2005-08-19 Spike activity

Quick links from the past week in mind and brain news:


Erotic or gory images prevent the processing of other images for a (very) short time.

The mysterious “junk DNA” may have an important role in guiding brain development.

Mobile brain-scanner proposed to detect possible stroke in an ambulance.

A piece in The Herald asks the question why do we believe in aliens?

Money might bring happiness, but only relatively.

Numenware on a recent paper that discusses the neuroscience of why mystical experiences often happen on mountaintops.

Interesting analysis of Sherlock Holme’s cocaine habit.

Developmental psychologist Rebecca Saxe describes theories about how we understand other people’s minds.

Evolutionary psychology: The fightback

red_cave.jpgA piece by Amanda Schaffer on Slate charts the growing opposition to evolutionary psychology. Although this opposition has always been present, it is being increasingly based on scientific rather than political arguments.

Previous criticisms of evolutionary psychology (EP), such as Rose and Rose’s ‘Alas Poor Darwin’, have not always been received well, with some reviews suggesting they were attacking a straw-man version of EP and using politically motivated arguments.

Defenders of EP have sometimes relied on the angle that critics are not well-versed in biology (notably, not a criticism that could be used against ‘Alas Poor Darwin’) and misunderstand the scientific evidence.

A recent book by David Buller (mentioned previously on Mind Hacks) has gained most publicity for dissecting the evidence used to back up EP, and showing that it is not as strongly supported as some of its champions claim.

One recent review, by philosopher Jerry Fodor, applaudes Buller’s careful analysis of the data, but disagrees with some of Buller’s conclusions.

In particular, Fodor feels his acceptance of a form of evolutionary adaptation for mental states is misguided, a finished with some advice for would-be gamblers on successful theories:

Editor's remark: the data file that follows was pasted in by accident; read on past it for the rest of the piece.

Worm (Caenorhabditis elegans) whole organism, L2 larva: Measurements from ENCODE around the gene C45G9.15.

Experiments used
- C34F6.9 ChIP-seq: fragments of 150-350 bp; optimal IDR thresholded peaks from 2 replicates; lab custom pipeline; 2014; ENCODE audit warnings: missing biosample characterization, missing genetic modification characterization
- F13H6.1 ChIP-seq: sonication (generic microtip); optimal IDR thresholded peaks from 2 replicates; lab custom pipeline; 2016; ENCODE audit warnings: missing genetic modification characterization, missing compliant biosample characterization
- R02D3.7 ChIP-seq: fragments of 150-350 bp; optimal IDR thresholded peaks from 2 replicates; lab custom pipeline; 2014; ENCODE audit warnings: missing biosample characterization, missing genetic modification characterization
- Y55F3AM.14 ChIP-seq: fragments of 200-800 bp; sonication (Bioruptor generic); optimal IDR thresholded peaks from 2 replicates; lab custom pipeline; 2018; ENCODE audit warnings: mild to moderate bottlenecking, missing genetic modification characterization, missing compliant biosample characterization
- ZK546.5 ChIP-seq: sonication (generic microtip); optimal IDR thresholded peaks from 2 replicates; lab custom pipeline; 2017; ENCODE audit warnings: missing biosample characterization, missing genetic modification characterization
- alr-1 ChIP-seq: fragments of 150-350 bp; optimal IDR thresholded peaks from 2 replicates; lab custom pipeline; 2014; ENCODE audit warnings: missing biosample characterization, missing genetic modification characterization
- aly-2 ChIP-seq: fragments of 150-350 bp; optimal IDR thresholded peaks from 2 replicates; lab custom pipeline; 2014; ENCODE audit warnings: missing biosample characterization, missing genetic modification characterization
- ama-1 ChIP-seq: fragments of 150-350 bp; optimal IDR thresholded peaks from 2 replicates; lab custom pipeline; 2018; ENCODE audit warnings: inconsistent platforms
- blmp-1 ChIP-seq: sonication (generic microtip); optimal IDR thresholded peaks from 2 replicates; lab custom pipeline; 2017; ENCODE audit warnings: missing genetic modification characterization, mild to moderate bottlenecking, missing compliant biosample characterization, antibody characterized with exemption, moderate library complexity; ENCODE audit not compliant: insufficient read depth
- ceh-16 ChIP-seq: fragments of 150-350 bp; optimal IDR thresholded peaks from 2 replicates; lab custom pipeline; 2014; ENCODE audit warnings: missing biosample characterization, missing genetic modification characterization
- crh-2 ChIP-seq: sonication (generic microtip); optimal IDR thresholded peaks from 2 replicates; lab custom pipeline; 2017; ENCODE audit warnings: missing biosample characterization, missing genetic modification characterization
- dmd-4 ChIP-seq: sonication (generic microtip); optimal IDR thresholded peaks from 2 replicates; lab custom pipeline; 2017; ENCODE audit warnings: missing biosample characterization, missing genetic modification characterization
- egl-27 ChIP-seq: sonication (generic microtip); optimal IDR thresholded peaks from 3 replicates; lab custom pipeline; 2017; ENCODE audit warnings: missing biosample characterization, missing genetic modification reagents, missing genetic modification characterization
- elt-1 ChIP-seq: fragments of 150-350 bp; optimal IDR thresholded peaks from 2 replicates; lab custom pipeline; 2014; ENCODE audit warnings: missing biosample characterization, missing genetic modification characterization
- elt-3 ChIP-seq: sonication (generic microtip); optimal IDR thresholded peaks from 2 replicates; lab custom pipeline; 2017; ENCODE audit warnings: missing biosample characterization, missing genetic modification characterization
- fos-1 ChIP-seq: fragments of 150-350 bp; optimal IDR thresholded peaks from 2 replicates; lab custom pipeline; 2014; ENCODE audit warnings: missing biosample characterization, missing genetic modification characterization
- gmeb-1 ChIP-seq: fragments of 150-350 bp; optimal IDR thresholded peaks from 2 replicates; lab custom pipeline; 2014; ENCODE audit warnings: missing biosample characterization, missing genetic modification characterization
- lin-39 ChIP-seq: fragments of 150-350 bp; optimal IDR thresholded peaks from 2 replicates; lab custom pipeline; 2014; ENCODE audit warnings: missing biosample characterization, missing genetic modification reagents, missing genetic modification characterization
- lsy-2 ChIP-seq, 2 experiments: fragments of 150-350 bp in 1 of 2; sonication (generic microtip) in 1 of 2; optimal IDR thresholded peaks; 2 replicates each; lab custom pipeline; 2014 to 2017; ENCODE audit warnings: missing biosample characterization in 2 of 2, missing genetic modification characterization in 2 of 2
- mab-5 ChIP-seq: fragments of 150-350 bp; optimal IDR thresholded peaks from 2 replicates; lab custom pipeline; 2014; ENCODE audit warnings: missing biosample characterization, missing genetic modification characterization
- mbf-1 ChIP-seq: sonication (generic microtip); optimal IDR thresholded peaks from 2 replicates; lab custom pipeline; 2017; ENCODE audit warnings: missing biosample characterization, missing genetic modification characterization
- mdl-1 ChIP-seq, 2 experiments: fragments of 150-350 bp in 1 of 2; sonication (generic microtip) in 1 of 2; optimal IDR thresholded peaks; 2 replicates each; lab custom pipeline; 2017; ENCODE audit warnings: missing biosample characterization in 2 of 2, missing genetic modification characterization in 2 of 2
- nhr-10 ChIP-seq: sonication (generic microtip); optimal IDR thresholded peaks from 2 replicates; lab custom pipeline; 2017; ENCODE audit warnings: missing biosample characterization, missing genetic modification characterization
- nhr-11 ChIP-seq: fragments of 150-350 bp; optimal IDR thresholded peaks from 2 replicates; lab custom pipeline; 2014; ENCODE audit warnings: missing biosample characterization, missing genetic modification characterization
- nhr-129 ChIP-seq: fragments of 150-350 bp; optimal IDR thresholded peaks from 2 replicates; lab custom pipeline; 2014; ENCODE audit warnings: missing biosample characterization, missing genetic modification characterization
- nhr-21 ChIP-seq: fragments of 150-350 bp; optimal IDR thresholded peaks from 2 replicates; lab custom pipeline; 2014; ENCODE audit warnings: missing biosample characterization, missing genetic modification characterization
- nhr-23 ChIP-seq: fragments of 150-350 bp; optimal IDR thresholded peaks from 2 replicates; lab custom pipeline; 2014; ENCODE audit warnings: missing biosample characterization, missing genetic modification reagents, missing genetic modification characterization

Over the years, people keep proposing theories that go: “what everybody really wants is just . . .” (fill in the blank). Versions fashionable in their times have included: money, power, sex, death, freedom, happiness, Mother, The Good, pleasure, success, status, salvation, immortality, self-realization, reinforcement, penises (in the case of women), larger penises (in the case of men), and so on. The track record of such theories has not been good; in retrospect they often look foolish or vulgar or both. Maybe it will turn out differently for “what everybody really wants is to maximize his relative contribution to the gene pool”. But I don‚Äôt know any reason to think that it will, and I sure wouldn‚Äôt advise you to bet the farm.

Link to article ‘Cave Thinkers: How evolutionary psychology gets evolution wrong’.
Link to review of ‘Adapting Minds’ by Jerry Fodor.

Dalai Lama controversy continues

dalai_lama_small.jpgAs previously reported on Mind Hacks, neuroscientist Jianguo G. Gu started an online petition protesting the Dalai Lama’s forthcoming lecture on neuroscience and meditation to the Society for Neuroscience’s Annual Conference.

Now, the case for supporting the Dalai Lama’s appearance has been made, with an online petition supporting the invitation of the Buddhist religious leader.

The new petition has been by neuroscientist and autism researcher Matthew Belmonte.

The biology of sexual arousal and orientation

pride_flag.jpgThe Boston Globe has an exceptionally well researched article on the biology and neuropsychology of homosexuality.